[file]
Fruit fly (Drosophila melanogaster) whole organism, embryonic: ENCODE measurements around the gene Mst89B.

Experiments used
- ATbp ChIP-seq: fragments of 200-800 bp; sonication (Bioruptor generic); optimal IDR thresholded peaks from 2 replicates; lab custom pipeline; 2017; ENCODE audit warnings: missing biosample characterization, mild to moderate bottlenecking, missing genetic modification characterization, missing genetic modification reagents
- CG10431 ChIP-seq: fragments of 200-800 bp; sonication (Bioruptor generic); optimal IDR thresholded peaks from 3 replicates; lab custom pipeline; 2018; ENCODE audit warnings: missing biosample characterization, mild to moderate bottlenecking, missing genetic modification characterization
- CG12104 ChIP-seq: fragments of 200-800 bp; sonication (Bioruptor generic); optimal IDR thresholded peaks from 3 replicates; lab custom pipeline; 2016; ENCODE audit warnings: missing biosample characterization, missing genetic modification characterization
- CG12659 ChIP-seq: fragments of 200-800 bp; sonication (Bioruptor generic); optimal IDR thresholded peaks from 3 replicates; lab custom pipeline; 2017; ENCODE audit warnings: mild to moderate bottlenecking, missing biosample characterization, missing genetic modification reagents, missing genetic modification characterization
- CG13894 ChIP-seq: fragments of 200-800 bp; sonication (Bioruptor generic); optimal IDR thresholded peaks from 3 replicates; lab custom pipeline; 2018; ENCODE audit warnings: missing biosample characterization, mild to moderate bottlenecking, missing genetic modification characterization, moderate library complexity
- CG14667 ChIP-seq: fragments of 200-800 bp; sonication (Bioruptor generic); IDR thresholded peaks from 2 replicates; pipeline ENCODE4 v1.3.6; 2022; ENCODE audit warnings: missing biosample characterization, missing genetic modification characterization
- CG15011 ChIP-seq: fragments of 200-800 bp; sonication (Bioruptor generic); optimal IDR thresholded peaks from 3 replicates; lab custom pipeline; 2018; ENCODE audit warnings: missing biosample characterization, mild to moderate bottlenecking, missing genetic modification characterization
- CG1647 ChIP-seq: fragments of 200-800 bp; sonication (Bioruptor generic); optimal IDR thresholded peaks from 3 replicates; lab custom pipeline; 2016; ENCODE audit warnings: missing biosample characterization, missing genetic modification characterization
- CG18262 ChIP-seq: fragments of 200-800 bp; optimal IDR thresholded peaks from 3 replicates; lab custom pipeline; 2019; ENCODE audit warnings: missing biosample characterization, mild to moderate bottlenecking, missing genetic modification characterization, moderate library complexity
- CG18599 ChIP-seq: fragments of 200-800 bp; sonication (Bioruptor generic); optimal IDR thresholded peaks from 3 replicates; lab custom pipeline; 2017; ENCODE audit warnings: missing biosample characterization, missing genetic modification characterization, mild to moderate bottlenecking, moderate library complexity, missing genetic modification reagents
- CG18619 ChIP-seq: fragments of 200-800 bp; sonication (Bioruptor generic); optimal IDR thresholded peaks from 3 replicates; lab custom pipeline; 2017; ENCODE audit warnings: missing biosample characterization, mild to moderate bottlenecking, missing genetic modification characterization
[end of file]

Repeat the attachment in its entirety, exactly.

Fruit fly (Drosophila melanogaster) whole organism, embryonic: ENCODE measurements around the gene Mst89B.

Experiments used
- ATbp ChIP-seq: fragments of 200-800 bp; sonication (Bioruptor generic); optimal IDR thresholded peaks from 2 replicates; lab custom pipeline; 2017; ENCODE audit warnings: missing biosample characterization, mild to moderate bottlenecking, missing genetic modification characterization, missing genetic modification reagents
- CG10431 ChIP-seq: fragments of 200-800 bp; sonication (Bioruptor generic); optimal IDR thresholded peaks from 3 replicates; lab custom pipeline; 2018; ENCODE audit warnings: missing biosample characterization, mild to moderate bottlenecking, missing genetic modification characterization
- CG12104 ChIP-seq: fragments of 200-800 bp; sonication (Bioruptor generic); optimal IDR thresholded peaks from 3 replicates; lab custom pipeline; 2016; ENCODE audit warnings: missing biosample characterization, missing genetic modification characterization
- CG12659 ChIP-seq: fragments of 200-800 bp; sonication (Bioruptor generic); optimal IDR thresholded peaks from 3 replicates; lab custom pipeline; 2017; ENCODE audit warnings: mild to moderate bottlenecking, missing biosample characterization, missing genetic modification reagents, missing genetic modification characterization
- CG13894 ChIP-seq: fragments of 200-800 bp; sonication (Bioruptor generic); optimal IDR thresholded peaks from 3 replicates; lab custom pipeline; 2018; ENCODE audit warnings: missing biosample characterization, mild to moderate bottlenecking, missing genetic modification characterization, moderate library complexity
- CG14667 ChIP-seq: fragments of 200-800 bp; sonication (Bioruptor generic); IDR thresholded peaks from 2 replicates; pipeline ENCODE4 v1.3.6; 2022; ENCODE audit warnings: missing biosample characterization, missing genetic modification characterization
- CG15011 ChIP-seq: fragments of 200-800 bp; sonication (Bioruptor generic); optimal IDR thresholded peaks from 3 replicates; lab custom pipeline; 2018; ENCODE audit warnings: missing biosample characterization, mild to moderate bottlenecking, missing genetic modification characterization
- CG1647 ChIP-seq: fragments of 200-800 bp; sonication (Bioruptor generic); optimal IDR thresholded peaks from 3 replicates; lab custom pipeline; 2016; ENCODE audit warnings: missing biosample characterization, missing genetic modification characterization
- CG18262 ChIP-seq: fragments of 200-800 bp; optimal IDR thresholded peaks from 3 replicates; lab custom pipeline; 2019; ENCODE audit warnings: missing biosample characterization, mild to moderate bottlenecking, missing genetic modification characterization, moderate library complexity
- CG18599 ChIP-seq: fragments of 200-800 bp; sonication (Bioruptor generic); optimal IDR thresholded peaks from 3 replicates; lab custom pipeline; 2017; ENCODE audit warnings: missing biosample characterization, missing genetic modification characterization, mild to moderate bottlenecking, moderate library complexity, missing genetic modification reagents
- CG18619 ChIP-seq: fragments of 200-800 bp; sonication (Bioruptor generic); optimal IDR thresholded peaks from 3 replicates; lab custom pipeline; 2017; ENCODE audit warnings: missing biosample characterization, mild to moderate bottlenecking, missing genetic modification characterization